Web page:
THE VIEW FROM CHAOS MANOR
View 589 September 21 - 27, 2009
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September 21, 2009
This one is close to home since I have several friends who adopted daughters from China. In every case I know of, all has gone well, and the children and adoptive parents are happy, proud, and pleased.
I saw the story before breakfast in my Sunday morning paper; I hadn't read it on line yet. In brief, some Chinese officials kidnapped children who were then put up for adoption by foreigners, particularly Americans. The incentive was to collect the adoption fees.
It's horrifying but not astonishing. Such actions are predictable from Pournelle's Iron Law of Bureaucracy. Wherever government has scope you will find abuse. That will be particularly true in societies where moral structures are weak or lacking. Bureaucrats saw an opportunity to make profits for both themselves and their institutions; it should not be astonishing that they took those opportunities. That doesn't make it less heartbreaking for the parents who lost their children, or less horrifying for the adopting parents.
We can hope that nothing much will come of this story. That would be best for all, but it may be too much to hope for. There will already be an army of lawyers looking to find ways to profit from this; I am sure that at least a dozen are even as I write this scouring adoption records, looking for any hint of a way to shake down the American parents who in good faith adopted what they believed to be unwanted children. In most cases that's exactly what happened, of course. Many of the children certainly were voluntarily given up for adoption. Alas, some were not, and the existence of a few cases of fraud and worse will cause speculation about all the adoptions from China. I very much fear that somewhere out there is a lawyer thinking of ways to harass adoptive parents in hopes they will pay him to go away. Depend on it.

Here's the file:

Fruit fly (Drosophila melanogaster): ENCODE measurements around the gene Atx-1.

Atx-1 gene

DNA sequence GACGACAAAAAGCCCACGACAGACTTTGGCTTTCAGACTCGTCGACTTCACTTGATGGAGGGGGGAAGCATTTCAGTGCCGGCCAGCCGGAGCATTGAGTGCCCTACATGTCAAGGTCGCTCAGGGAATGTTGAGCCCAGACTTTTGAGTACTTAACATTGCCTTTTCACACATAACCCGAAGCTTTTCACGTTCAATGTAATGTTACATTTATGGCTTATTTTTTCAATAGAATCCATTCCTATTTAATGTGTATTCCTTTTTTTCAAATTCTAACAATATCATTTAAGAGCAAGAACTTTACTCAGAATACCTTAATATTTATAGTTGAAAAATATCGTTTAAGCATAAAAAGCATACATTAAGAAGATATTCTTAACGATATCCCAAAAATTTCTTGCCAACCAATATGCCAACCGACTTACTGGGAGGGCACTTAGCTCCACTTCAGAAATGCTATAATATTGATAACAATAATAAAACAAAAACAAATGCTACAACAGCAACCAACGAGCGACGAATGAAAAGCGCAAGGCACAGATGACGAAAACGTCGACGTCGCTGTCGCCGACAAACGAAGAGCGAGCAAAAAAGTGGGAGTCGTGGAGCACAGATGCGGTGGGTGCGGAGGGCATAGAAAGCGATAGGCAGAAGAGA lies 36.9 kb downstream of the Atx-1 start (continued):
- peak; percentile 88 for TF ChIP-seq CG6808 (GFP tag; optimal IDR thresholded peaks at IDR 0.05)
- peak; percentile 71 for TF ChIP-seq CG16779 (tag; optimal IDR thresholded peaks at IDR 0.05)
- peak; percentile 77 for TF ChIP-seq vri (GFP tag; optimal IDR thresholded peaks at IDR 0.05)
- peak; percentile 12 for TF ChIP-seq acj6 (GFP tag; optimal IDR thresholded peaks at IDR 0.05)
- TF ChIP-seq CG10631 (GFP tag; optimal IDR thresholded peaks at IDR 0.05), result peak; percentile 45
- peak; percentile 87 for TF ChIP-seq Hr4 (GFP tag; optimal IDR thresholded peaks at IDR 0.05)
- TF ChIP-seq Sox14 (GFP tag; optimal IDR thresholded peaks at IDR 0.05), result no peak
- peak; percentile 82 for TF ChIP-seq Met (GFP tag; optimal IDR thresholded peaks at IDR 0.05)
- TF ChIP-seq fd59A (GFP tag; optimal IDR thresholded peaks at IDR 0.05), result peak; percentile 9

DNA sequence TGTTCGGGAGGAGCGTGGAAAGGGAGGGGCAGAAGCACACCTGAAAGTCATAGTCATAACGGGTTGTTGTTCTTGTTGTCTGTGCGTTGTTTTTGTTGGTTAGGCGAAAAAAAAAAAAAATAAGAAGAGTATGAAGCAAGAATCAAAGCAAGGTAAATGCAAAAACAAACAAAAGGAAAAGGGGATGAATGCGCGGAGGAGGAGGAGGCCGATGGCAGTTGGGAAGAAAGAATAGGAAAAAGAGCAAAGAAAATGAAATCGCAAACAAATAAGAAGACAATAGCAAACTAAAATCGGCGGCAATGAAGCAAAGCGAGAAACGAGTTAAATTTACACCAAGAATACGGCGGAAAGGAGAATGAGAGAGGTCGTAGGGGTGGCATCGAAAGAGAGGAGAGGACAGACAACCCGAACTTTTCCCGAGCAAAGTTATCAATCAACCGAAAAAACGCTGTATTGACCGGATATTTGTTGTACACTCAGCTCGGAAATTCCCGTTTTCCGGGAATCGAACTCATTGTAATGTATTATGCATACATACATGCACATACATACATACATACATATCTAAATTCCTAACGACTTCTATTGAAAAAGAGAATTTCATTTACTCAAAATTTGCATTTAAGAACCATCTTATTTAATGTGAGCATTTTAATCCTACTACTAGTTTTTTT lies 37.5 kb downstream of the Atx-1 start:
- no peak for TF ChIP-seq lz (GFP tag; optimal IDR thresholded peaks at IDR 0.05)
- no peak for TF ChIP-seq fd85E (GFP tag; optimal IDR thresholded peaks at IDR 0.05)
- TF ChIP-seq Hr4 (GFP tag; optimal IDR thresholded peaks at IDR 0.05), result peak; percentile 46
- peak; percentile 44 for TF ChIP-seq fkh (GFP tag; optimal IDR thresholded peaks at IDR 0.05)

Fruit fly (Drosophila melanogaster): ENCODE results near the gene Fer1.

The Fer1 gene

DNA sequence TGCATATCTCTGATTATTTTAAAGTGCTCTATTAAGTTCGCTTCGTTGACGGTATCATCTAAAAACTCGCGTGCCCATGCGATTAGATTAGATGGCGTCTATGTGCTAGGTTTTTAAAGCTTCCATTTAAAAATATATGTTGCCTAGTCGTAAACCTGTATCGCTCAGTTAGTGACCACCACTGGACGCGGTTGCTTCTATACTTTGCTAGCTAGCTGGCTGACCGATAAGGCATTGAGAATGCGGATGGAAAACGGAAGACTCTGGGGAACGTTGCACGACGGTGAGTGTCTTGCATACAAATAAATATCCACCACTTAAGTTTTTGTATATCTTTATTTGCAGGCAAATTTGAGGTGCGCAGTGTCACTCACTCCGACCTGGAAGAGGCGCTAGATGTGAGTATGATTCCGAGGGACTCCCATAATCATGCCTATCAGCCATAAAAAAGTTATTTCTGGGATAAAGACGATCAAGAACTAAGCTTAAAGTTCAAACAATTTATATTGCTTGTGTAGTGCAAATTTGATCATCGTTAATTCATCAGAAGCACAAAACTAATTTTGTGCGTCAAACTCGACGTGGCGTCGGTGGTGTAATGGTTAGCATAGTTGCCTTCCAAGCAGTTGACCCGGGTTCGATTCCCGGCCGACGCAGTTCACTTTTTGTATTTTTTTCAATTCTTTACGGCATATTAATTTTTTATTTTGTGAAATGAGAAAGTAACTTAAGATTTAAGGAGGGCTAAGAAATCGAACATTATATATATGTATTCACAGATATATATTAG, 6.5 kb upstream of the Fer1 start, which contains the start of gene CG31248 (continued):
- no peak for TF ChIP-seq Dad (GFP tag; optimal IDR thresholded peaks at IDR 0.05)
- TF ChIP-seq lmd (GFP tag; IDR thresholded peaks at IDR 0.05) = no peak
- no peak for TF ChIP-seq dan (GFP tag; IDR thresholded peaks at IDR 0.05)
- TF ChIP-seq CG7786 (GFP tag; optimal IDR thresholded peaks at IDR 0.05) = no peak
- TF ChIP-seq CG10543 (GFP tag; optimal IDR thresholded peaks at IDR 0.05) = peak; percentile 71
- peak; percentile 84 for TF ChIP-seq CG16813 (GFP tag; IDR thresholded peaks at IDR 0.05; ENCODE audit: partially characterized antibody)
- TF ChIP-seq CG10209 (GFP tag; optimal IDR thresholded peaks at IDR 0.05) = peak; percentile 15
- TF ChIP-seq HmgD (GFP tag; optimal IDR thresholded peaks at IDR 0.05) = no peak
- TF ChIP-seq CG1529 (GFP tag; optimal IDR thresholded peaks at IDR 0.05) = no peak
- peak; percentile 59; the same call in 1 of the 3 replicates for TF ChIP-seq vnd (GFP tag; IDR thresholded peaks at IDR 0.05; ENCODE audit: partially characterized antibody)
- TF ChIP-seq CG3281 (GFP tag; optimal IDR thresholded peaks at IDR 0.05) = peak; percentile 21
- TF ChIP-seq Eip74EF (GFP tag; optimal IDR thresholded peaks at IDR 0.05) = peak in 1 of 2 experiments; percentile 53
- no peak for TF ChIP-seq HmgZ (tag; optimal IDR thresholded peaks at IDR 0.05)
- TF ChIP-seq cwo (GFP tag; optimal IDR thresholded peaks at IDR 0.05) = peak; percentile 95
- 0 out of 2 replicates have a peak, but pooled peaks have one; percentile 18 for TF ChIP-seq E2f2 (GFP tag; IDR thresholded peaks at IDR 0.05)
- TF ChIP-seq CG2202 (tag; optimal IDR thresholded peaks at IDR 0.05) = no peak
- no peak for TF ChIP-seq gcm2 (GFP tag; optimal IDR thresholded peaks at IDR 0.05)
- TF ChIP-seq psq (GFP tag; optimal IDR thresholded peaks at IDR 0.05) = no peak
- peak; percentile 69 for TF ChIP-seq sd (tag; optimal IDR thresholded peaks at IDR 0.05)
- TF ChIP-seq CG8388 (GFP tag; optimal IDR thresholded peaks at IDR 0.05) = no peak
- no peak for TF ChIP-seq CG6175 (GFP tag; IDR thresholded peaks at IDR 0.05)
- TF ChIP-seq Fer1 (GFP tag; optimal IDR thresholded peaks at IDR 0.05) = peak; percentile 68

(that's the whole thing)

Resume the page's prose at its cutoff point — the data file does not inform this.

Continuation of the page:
Americans ought to be able to count on their government to defend them in these cases. Alas, "ought to" no longer translates into anything like certainty.
Roberta got another attack today. No contamination. She shut down her machine rather than take any risks whatever. The attack came through a link in an article she was reading. The article was legitimate, but apparently one of the links had been hacked.
Let me repeat my earlier warning: if you see one of those messages, do not try to close it. Clicking ANYWHERE including on the little red X in the upper right corner of the message will start the download of the payload which is not an anti-virus program but malware. Instead, use task manager to close the browser, and if you don't know how to do that safely, just turn the machine off and reboot it.
I once called him the sanest man in America. It's not that I agreed with everything he said or wrote, far from it, but he was a man of rational thought. He rethought some of the neo-conservative positions after the Cold War ended. Of course he never broke with the movement he founded, but he did question some if its later policies.
His journal Public Interest was a beacon of sound thinking at a time when America needed it.
President Obama's health care plan includes an enormous tax
increase, but he doesn't call it a tax. There's a discussion with
considerable quotes from the President's interview with George
Stephanopoulos Sunday. It's quite revealing.
The interview is revealing; indeed, astonishing. I will let you draw your own conclusions regarding Obama's abilities to operate without a teleprompter. (I am presuming he doesn't have a teleprompter; I can't believe an intelligent staffer was feeding him these responses.)
The President established this point: If it's for your own good, it's not a tax increase.